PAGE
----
1. Sign in to the AWS Management Console and open the Route 53 console.
  2. In the navigation pane, choose Hosted zones.
  3. On the Hosted zones page, select your domain name.
  4. On the details page for your domain name, choose Create record. Click on Switch to wizard on the top right corner.
  5. On the Choose routing policy page, select Simple routing, and then choose Next.
  6. On the Configure records page, click on Define simple record.
  7. When the pop-up window appears enter the DNS name you want to use in your alias. The domain component of the URL is already populated.
  8. For Record type, select TXT – Used to verify email senders and for application-specific values.
  9. For Value/route traffic to, select IP address or another value depending on the record type
  10.  On the text box, where you see the legend Sample Text Entries enter the value that you obtained on Step4.c above for the primary region.
  11.  Leave the TTL seconds settings at the default. Optionally, you may adjust the TTL time according to your preferences.
  12.  Under Failover records to add to your_domain_name, choose Define failover record.
  13.  Click on Create Records to complete the wizard.

Step 6: Provision WorkSpaces for your users

Follow the steps in the Amazon WorkSpaces Administration Guide to launch WorkSpaces using AD Connector on your primary region. You can configure your WorkSpaces in the primary Region as AlwaysOn or AutoStop, considering these are going to be serving as the primary workstation for your end-users.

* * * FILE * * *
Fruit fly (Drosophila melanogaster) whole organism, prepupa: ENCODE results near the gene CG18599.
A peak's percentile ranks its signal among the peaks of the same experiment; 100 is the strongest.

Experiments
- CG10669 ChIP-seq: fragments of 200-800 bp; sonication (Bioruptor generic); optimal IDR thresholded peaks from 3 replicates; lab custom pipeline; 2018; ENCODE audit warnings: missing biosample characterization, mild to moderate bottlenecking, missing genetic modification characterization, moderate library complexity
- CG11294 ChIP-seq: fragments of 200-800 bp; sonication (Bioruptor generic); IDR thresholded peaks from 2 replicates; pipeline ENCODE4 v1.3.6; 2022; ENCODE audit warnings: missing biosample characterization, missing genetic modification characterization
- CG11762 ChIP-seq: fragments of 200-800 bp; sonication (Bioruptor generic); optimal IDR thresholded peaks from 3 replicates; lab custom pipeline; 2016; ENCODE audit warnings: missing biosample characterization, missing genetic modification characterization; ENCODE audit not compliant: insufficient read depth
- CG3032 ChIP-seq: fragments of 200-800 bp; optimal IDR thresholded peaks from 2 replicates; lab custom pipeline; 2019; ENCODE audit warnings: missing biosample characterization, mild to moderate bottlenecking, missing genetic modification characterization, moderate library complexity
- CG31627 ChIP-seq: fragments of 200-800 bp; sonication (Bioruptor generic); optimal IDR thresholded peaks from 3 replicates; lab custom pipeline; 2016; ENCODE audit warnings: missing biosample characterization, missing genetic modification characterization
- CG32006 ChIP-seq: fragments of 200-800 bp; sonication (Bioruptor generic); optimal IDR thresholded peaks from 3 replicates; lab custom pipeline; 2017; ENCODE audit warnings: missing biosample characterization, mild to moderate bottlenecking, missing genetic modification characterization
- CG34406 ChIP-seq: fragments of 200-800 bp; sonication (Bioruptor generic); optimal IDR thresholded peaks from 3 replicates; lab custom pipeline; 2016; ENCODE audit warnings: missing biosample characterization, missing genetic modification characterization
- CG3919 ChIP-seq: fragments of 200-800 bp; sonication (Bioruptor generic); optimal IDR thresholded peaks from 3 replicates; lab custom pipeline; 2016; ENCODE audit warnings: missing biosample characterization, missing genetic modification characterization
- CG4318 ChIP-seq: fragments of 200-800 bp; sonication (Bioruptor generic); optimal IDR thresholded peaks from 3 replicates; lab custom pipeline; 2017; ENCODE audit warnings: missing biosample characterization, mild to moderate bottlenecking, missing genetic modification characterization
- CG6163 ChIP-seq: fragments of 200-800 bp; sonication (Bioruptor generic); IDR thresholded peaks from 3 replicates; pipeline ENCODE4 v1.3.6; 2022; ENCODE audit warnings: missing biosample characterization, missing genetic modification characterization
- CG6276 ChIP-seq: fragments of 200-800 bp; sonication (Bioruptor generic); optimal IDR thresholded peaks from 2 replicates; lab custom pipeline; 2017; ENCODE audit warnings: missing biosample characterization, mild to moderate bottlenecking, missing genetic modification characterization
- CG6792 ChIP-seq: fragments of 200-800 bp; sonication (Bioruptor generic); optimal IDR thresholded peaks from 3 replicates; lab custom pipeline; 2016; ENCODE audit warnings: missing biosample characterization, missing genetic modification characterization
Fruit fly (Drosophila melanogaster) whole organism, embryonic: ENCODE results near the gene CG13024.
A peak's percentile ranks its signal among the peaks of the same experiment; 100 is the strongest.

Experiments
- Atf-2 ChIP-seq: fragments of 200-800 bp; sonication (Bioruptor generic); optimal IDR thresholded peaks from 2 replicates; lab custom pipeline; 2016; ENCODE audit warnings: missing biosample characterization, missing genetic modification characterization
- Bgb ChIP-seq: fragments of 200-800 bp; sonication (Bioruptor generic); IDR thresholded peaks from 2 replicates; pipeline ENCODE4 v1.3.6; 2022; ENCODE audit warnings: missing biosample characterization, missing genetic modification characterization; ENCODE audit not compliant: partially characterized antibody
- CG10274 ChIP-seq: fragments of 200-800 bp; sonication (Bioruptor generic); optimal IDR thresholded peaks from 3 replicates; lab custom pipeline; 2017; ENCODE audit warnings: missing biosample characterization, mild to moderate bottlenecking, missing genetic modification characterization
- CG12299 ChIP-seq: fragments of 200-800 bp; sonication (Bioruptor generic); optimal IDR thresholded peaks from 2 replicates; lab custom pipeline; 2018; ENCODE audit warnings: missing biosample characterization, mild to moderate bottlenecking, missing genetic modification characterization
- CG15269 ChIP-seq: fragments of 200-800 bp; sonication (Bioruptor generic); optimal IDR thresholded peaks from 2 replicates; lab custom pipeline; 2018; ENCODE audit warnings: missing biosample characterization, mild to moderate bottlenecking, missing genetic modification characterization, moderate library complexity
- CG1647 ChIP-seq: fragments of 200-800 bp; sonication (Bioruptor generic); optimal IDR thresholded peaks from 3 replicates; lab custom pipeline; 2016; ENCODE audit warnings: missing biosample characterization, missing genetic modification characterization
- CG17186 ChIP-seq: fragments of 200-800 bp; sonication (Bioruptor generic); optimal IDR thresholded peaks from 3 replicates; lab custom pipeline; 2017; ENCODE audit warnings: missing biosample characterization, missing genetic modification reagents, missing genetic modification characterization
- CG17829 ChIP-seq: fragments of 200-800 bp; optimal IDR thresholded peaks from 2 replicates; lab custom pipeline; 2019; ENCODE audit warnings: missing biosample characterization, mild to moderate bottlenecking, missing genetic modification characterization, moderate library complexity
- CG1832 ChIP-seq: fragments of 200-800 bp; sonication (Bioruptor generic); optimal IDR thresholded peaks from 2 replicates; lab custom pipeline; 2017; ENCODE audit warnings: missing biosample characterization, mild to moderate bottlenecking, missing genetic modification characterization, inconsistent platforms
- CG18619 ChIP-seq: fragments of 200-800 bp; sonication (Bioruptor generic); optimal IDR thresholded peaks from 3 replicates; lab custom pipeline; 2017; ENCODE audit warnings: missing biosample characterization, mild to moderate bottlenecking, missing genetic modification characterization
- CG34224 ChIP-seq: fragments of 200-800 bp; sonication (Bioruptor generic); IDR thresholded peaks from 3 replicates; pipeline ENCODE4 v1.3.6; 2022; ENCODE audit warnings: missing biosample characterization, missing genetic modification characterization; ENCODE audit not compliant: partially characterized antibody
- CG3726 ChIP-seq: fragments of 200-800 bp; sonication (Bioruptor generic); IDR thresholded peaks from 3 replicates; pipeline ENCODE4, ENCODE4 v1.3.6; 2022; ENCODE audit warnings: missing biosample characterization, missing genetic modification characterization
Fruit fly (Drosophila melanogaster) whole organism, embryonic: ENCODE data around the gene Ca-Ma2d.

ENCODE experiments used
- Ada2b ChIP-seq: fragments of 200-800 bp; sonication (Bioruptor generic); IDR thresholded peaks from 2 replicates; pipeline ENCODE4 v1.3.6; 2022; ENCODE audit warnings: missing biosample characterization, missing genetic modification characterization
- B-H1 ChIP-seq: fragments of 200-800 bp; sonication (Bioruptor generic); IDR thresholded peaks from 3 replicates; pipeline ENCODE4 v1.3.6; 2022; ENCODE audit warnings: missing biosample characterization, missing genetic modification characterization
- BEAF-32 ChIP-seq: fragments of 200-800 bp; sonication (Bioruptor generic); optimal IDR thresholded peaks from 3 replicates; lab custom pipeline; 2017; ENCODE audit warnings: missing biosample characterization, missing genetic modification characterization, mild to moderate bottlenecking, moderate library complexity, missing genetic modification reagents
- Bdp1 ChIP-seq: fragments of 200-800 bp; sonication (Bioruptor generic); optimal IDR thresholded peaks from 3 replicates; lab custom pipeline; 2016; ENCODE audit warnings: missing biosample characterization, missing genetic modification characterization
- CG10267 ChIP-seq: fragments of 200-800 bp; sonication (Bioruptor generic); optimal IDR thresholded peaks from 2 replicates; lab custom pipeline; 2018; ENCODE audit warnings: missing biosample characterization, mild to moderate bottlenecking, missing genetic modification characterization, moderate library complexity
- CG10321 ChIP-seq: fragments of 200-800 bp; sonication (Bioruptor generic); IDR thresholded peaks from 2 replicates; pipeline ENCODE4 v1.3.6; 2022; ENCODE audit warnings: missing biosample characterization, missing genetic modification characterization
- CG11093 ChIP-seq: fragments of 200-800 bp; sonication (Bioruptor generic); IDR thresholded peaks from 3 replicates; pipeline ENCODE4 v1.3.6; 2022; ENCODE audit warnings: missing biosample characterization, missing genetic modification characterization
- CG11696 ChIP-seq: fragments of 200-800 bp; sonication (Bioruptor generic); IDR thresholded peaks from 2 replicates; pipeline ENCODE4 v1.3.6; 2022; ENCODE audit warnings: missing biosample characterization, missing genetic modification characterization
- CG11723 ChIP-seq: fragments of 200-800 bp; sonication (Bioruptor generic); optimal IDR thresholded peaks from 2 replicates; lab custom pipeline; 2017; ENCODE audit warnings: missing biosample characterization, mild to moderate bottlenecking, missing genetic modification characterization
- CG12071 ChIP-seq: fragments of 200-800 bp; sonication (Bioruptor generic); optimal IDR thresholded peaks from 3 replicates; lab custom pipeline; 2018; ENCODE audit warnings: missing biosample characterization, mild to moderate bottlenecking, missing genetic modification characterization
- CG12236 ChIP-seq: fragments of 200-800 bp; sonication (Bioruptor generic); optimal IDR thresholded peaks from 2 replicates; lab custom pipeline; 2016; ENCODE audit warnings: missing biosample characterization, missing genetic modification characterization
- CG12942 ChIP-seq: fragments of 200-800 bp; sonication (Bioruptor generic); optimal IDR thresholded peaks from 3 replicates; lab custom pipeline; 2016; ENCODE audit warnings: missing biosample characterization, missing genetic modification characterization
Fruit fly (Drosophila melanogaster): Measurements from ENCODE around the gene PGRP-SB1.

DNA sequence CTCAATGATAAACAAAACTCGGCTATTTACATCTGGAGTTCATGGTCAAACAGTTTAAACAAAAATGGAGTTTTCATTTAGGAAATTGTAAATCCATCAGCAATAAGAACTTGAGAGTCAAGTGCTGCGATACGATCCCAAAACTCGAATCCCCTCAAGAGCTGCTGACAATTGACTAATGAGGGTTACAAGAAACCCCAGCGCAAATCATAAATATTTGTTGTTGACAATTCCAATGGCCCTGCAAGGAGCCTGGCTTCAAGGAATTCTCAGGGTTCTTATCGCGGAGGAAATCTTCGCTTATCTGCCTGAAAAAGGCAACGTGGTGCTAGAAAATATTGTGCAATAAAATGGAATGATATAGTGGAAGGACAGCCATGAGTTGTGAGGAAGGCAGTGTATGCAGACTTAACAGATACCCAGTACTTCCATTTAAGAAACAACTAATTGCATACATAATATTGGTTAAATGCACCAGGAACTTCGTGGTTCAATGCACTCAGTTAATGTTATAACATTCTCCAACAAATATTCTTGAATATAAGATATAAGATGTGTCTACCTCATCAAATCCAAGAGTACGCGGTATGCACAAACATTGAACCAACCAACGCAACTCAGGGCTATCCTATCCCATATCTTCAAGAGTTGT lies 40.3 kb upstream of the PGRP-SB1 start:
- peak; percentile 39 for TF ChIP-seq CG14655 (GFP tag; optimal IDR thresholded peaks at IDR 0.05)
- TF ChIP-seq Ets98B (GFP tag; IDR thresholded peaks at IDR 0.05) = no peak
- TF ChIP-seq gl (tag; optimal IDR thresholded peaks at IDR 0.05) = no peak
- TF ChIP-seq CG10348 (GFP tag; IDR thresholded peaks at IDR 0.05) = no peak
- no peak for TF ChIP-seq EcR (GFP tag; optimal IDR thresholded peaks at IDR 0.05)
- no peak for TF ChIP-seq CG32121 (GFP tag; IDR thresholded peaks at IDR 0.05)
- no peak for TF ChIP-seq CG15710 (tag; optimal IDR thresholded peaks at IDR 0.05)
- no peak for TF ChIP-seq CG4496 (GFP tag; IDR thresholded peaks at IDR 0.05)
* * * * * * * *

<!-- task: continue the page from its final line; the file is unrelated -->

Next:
Launch a second WorkSpace for the same users in the standby Region. Configure the running mode of WorkSpaces on your standby region as AutoStop. If both regions support Standby WorkSpaces, you can launch the standby WorkSpaces from the actions menu of the primary WorkSpaces. If any or both regions do not support the Standby WorkSpaces feature, you have to create each WorkSpace individually.

AutoStop WorkSpaces are billed by the hour. With this mode, your WorkSpaces stop after a specified period of disconnection, and the state of applications and data is saved. Having a complete WorkSpaces deployment in another AWS Region could be costly, however with AutoStop instances, costs are minimized as much as they can be.  The failover configuration will redirect the user to the contingency WorkSpace when needed.
For more information, review Manage the WorkSpace running mode and How to manage Amazon WorkSpaces cost optimization at scale

Testing the solution

You can trigger a failover manually for testing, maintenance or organizational convenience at any time. To do so, change the target value of the TXT record in your DNS server to the standby directory’s Connection Identifier.

If a localized issue affects your user’s ability to access their WorkSpaces in the primary region, change the value on the TXT record. This will start directing them to the standby region. Users will be able to access the standby WorkSpaces seamlessly by reconnecting through the WorkSpaces client.

Cleaning up resources

In this blog, you created several components that generate costs. Please ensure you clean up these services when no longer required. Follow these steps to remove the components that make up this solution.

  1. Delete the TXT DNS records
  2. Remove the Amazon WorkSpaces
  3. Deregister the WorkSpaces service from each AD Connector
  4. Delete each AD Connector
  5. Delete the AWS Managed AD

Further considerations

When you are planning to implement this solution evaluate what tools, resources and files your users need to maintain their productivity. Make sure that those resources are readily available on the standby Region.